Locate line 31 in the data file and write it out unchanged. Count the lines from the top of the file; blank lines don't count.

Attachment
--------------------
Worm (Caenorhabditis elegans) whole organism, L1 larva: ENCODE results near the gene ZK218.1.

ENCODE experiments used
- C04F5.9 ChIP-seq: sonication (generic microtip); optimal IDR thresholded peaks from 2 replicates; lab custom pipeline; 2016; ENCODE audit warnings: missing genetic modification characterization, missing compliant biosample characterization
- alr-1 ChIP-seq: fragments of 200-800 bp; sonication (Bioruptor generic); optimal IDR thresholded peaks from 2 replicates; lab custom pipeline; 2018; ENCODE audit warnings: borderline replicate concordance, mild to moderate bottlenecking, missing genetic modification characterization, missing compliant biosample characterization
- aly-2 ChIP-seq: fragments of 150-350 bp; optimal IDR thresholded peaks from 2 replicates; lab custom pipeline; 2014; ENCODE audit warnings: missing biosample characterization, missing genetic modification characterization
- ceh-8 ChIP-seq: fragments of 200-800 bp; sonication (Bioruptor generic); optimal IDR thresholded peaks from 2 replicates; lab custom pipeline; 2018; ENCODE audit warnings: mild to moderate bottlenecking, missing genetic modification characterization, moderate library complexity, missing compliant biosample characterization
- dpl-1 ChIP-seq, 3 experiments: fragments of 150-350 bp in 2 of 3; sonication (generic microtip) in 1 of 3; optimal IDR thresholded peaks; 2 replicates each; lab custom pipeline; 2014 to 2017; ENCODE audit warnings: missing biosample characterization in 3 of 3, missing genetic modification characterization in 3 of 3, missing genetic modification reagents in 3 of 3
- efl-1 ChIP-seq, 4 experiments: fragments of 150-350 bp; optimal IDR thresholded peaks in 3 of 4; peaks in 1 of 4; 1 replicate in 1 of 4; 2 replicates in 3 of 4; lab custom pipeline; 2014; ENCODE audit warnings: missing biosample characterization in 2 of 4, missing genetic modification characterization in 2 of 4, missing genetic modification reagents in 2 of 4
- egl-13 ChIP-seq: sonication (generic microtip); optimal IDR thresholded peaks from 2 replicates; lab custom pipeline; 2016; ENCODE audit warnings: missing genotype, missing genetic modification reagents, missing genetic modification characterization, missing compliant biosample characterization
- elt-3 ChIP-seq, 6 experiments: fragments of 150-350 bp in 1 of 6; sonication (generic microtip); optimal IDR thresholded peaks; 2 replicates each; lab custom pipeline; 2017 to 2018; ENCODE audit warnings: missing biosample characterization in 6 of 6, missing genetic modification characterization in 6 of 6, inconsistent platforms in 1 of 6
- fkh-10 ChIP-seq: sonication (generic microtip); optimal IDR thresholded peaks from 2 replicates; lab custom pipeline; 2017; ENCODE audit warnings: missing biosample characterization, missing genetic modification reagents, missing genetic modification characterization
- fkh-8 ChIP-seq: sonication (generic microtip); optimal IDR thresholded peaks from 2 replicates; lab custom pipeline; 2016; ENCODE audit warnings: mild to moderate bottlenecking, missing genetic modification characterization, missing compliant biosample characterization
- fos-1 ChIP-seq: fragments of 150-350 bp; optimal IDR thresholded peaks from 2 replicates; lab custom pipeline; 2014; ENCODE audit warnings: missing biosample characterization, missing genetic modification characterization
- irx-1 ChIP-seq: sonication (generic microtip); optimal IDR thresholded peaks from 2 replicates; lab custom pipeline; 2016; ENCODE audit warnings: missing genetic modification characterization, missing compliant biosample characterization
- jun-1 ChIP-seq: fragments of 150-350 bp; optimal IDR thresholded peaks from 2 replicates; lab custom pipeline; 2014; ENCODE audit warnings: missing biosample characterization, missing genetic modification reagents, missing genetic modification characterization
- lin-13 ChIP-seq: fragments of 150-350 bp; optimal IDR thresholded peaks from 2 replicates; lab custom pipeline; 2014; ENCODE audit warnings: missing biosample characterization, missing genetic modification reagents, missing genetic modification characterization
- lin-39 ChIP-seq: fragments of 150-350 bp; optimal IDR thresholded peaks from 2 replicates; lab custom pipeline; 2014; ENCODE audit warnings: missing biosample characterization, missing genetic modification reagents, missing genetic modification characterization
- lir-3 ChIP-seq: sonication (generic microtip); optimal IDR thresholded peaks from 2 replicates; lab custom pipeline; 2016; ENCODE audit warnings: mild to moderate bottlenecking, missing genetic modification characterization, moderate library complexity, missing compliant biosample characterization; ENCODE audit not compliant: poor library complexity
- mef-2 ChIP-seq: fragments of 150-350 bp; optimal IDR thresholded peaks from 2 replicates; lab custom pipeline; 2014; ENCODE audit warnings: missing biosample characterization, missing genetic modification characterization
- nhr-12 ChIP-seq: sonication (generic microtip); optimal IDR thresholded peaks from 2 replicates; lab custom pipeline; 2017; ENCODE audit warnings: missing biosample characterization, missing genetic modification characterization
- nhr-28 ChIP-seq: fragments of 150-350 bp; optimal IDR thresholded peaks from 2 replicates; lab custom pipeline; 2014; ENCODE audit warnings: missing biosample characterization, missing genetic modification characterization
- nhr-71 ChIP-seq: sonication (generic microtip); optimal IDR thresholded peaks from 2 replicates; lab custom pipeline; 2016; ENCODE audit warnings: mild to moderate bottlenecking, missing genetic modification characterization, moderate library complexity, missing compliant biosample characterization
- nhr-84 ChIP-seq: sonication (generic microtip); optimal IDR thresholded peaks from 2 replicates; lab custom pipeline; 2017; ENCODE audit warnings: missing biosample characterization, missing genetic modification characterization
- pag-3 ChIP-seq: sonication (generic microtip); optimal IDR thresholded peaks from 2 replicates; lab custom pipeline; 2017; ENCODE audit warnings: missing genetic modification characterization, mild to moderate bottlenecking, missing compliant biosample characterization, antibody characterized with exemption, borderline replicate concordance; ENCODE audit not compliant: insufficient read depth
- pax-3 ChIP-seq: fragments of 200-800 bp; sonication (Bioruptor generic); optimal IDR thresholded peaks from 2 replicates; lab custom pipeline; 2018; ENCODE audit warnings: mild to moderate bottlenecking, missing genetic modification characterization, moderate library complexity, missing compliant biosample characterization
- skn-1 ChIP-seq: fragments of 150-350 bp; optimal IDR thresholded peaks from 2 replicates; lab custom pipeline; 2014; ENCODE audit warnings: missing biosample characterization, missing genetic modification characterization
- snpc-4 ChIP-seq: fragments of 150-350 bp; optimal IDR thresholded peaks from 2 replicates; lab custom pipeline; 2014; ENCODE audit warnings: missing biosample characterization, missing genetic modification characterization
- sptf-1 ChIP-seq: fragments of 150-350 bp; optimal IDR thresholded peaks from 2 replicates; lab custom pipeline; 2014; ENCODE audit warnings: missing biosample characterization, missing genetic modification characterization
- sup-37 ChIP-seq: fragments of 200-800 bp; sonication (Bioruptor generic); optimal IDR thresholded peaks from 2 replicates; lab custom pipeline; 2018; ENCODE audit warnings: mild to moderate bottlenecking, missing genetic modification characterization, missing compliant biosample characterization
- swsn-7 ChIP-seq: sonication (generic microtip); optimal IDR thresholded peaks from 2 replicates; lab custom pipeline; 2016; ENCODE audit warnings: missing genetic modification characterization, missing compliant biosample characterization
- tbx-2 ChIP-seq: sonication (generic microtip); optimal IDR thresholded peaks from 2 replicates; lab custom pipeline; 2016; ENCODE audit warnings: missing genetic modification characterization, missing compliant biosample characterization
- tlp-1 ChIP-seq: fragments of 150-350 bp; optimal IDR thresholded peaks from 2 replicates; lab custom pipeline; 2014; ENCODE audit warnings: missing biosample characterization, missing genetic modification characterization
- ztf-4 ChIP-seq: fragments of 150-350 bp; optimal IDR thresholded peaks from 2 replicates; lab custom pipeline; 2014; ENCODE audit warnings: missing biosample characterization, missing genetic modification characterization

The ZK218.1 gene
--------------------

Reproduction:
- tbx-2 ChIP-seq: sonication (generic microtip); optimal IDR thresholded peaks from 2 replicates; lab custom pipeline; 2016; ENCODE audit warnings: missing genetic modification characterization, missing compliant biosample characterization